April 28, 2017
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"The American Academy of Pediatrics (AAP) confirms in a new report that epinephrine is the medication of choice for the first-aid treatment of anaphylaxis and updates a 2007 report on how it should be used most effectively.

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In general, the most common uses of epinephrine are to relieve respiratory distress due to bron-chospasm, to provide rapid relief of hypersensitivity reactions to drugs and other allergens, and to prolong the action of infiltration anesthetics. Its cardiac effects may be of use in restoring cardiac rhythm in cardiac arrest due to various causes, but it is not used in cardiac failure or in hemorrhagic, traumatic, or cardiogenic shock.

Epinephrine is used as a hemostatic agent. It is also used in treating mucosal congestion of hay fever, rhinitis, and acute sinusitis; to relieve bronchial asthmatic paroxysms; in syncope due to complete heart block or carotid sinus hypersensitivity; for symptomatic relief of serum sickness, urticaria, angioneurotic edema; for resuscitation in cardiac arrest following anesthetic accidents; in simple (open angle) glaucoma; for relaxation of uterine musculature and to inhibit uterine contractions. Epinephrine injection can be utilized to prolong the action of intraspinal and local anesthetics (see CONTRAINDICATIONS section).


Parenteral drug products should be inspected visually for particulate matter and discoloration whenever solution and container permit.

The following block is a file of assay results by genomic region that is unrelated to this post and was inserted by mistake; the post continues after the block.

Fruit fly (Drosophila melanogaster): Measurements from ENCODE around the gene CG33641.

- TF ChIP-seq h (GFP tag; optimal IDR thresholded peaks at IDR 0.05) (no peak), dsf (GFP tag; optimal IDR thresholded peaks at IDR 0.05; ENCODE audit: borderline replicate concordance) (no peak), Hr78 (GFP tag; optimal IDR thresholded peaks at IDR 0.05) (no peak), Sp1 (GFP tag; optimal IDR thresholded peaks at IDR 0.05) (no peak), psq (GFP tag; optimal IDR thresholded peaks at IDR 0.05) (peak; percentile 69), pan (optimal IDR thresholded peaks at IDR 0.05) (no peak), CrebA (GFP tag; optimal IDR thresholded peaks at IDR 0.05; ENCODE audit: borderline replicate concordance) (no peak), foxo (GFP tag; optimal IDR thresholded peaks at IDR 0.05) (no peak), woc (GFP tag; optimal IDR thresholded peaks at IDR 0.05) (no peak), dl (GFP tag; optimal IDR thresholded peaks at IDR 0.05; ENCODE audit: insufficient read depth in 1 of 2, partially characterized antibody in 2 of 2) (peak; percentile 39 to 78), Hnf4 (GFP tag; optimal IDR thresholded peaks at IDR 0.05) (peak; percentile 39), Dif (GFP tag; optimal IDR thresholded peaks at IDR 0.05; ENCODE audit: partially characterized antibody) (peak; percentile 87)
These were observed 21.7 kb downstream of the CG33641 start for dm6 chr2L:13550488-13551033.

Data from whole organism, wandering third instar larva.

Vial and contents must be discarded 30 days after initial use.

Subcutaneously or intramuscularly - 0.2 to 1 mL (mg). Start with a small dose and increase if required.

Note: The subcutaneous is the preferred route of administration. If given intramuscularly, injection into the buttocks should be avoided.

For bronchial asthma and certain allergic manifestations, e.g., angioedema, urticaria, serum sickness, anaphylactic shock, use epinephrine subcutaneously. For bronchial asthma in pediatric patients, administer 0.01 mg/kg or 0.3 mg/m2 to a maximum of 0.5 mg subcutaneously, repeated every four hours if required.

For cardiac resuscitation - A dose of 0.5 mL (0.5 mg) diluted to 10 mL with sodium chloride injection can be administered intravenously or intracardially to restore myocardial contrac-tility. External cardiac massage should follow intracardial administration to permit the drug to enter coronary circulation. The drug should be used secondarily to unsuccessful attempts with physical or electromechanical methods.

Ophthalmologic use (for producing conjunctival decongestion, to control hemorrhage, produce mydriasis and reduce intraocular pressure)—Use a concentration of 1:10,000 (0.1 mg/mL) to 1:1,000 (1 mg/mL).

Intraspinal use (Amp 88) - Usual dose is 0.2 to 0.4 mL (0.2 to 0.4 mg) added to anesthetic spinal fluid mixture (may prolong anesthetic action by limiting absorption). For use with local anesthetic—Epinephrine 1:100,000 (0.01 mg/mL) to 1:20,000 (0.05 mg/mL) is the usual concentration employed with local anesthetics.


NDC 61570-418-81 (Amp 88) Sterile solution containing 1 mg Adrenalin (epinephrine) as the hydrochloride in each 1-mL ampoule (1:1000). For intramuscular or subcutaneous use. When diluted, it may also be administered intracardially, intravenously, or intraspinally. Supplied in packages of ten.

NDC 61570-401-11 (S.V. 11) Sterile solution containing 1 mg Adrenalin (epinephrine) as the hydrochloride (1:1000). For intramuscular or subcutaneous use. When diluted, it may also be administered intracardially or intravenously. Supplied in a 30-mL Steri-Vial® (rubber-diaphragm-capped vial).

Store between 15° and 25°C (59° and 77°F).

Protect from light and freezing.

Manufactured for: Monarch Pharmaceuticals, Inc., Bristol, TN 37620. By: Parkedale Pharmaceuticals, Inc., Rochester, MI 48307. FDA rev date: n/a

This monograph has been modified to include the generic and brand name in many instances.

Last reviewed on RxList: 12/29/2008

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